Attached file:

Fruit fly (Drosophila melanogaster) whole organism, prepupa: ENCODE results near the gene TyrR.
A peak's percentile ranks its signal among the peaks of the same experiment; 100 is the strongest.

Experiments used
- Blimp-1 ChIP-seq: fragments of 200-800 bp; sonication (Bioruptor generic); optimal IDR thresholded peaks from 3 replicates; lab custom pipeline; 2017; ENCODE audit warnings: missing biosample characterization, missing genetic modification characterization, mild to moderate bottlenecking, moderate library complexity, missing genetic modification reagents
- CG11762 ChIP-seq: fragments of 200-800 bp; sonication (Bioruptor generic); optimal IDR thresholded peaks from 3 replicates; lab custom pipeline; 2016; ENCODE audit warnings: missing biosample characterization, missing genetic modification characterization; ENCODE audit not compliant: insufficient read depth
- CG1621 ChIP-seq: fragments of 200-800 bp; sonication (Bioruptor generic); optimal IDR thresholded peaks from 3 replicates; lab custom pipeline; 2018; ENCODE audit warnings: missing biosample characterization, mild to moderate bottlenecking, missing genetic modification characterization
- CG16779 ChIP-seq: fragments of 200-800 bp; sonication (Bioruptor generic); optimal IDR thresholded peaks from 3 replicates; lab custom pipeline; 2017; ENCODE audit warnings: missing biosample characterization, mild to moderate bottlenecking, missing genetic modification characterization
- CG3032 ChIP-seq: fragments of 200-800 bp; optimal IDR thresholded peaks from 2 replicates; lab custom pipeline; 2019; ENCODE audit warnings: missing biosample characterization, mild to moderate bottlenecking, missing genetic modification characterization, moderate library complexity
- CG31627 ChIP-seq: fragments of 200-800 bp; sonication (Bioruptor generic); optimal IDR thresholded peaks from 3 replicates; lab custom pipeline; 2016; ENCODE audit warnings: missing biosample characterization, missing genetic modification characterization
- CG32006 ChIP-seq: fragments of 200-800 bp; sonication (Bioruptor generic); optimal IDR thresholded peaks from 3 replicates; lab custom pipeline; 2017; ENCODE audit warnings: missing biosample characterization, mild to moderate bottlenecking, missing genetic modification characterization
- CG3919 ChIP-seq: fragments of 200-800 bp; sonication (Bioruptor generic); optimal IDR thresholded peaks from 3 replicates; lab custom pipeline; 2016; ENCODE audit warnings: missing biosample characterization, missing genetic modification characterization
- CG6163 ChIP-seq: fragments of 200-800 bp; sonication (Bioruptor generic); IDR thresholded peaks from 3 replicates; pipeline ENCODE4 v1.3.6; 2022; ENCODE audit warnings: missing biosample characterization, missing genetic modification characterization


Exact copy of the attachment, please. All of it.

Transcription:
Fruit fly (Drosophila melanogaster) whole organism, prepupa: ENCODE results near the gene TyrR.
A peak's percentile ranks its signal among the peaks of the same experiment; 100 is the strongest.

Experiments used
- Blimp-1 ChIP-seq: fragments of 200-800 bp; sonication (Bioruptor generic); optimal IDR thresholded peaks from 3 replicates; lab custom pipeline; 2017; ENCODE audit warnings: missing biosample characterization, missing genetic modification characterization, mild to moderate bottlenecking, moderate library complexity, missing genetic modification reagents
- CG11762 ChIP-seq: fragments of 200-800 bp; sonication (Bioruptor generic); optimal IDR thresholded peaks from 3 replicates; lab custom pipeline; 2016; ENCODE audit warnings: missing biosample characterization, missing genetic modification characterization; ENCODE audit not compliant: insufficient read depth
- CG1621 ChIP-seq: fragments of 200-800 bp; sonication (Bioruptor generic); optimal IDR thresholded peaks from 3 replicates; lab custom pipeline; 2018; ENCODE audit warnings: missing biosample characterization, mild to moderate bottlenecking, missing genetic modification characterization
- CG16779 ChIP-seq: fragments of 200-800 bp; sonication (Bioruptor generic); optimal IDR thresholded peaks from 3 replicates; lab custom pipeline; 2017; ENCODE audit warnings: missing biosample characterization, mild to moderate bottlenecking, missing genetic modification characterization
- CG3032 ChIP-seq: fragments of 200-800 bp; optimal IDR thresholded peaks from 2 replicates; lab custom pipeline; 2019; ENCODE audit warnings: missing biosample characterization, mild to moderate bottlenecking, missing genetic modification characterization, moderate library complexity
- CG31627 ChIP-seq: fragments of 200-800 bp; sonication (Bioruptor generic); optimal IDR thresholded peaks from 3 replicates; lab custom pipeline; 2016; ENCODE audit warnings: missing biosample characterization, missing genetic modification characterization
- CG32006 ChIP-seq: fragments of 200-800 bp; sonication (Bioruptor generic); optimal IDR thresholded peaks from 3 replicates; lab custom pipeline; 2017; ENCODE audit warnings: missing biosample characterization, mild to moderate bottlenecking, missing genetic modification characterization
- CG3919 ChIP-seq: fragments of 200-800 bp; sonication (Bioruptor generic); optimal IDR thresholded peaks from 3 replicates; lab custom pipeline; 2016; ENCODE audit warnings: missing biosample characterization, missing genetic modification characterization
- CG6163 ChIP-seq: fragments of 200-800 bp; sonication (Bioruptor generic); IDR thresholded peaks from 3 replicates; pipeline ENCODE4 v1.3.6; 2022; ENCODE audit warnings: missing biosample characterization, missing genetic modification characterization